Kajetan Wandowicz, “Did the Early Cynics Speak Against Homosexuality” (351–361), aims to refute the claim by Will Desmond, in his Cynics (BMCR 2009.08.36), p. 90, that “many [ancient] anecdotes clearly express Cynic disapproval of ‘Greek love.’” Wandowicz claims that none of the six anecdotes Desmond cites is decisive enough to countenance his claim. Somewhat bizarrely, given Desmond’s connection to the present volume, Wandowicz psychologizes Desmond, saying that “one cannot help but suspect that the author’s sympathies lie with Christian ethics.”

Dominique Bertrand, “Fuir les Cérémonies de la Table: La Posture Cynique de Charles Coypeau Dassoucy” (362–376), mentions Antisthenes only once, concerning his frugality as testified by the Diogenes in his Cynic Letter to Monimus. The chapter concerns the Cynic material in Dassoucy’s (1605–1677) Les Aventures.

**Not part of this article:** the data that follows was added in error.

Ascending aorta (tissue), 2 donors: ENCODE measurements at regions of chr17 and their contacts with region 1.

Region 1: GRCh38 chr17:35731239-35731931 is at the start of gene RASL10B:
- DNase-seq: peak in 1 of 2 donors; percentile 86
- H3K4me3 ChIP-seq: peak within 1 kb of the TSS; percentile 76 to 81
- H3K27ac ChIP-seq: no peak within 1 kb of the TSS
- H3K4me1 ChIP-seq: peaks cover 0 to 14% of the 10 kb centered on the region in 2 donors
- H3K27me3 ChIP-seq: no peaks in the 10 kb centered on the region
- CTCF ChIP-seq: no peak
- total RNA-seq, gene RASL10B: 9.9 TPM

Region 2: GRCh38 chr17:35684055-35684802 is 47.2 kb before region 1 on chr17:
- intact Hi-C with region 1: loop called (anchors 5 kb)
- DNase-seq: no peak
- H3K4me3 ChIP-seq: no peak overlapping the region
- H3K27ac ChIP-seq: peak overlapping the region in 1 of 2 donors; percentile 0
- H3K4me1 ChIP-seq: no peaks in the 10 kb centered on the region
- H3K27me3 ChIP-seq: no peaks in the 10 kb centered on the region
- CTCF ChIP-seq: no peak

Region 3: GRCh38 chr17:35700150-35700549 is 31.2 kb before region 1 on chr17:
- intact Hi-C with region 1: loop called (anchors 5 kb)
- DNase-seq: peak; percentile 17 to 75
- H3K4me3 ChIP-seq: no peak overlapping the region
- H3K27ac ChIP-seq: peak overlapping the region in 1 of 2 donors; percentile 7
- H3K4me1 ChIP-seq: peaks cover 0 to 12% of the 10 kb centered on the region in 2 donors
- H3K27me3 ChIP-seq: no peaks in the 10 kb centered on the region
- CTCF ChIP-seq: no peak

Will Desmond, “Antisthenes and Hegel” (377–390), complicates Hegel’s influential assertion, in the Lectures on the History of Philosophy, that there is “nothing particular to say of the Cynics, for they possess but little Philosophy, and they did not bring what they had into a scientific system.” In this redemptive reception study, Desmond shows that, for Hegel, the Cynics appear “presumably as the most Socratic of the Socratics, and the culmination of the subjective turn that unites Sophists, Socrates and his successors.” Antisthenes especially manifested this one-sidedly ethical strand of thought, more valuable to us (and Hegel) as an example of “a highly cultivated and upright man.”

This volume includes an Index Locorum and Bibliography. The English is quite often incorrect.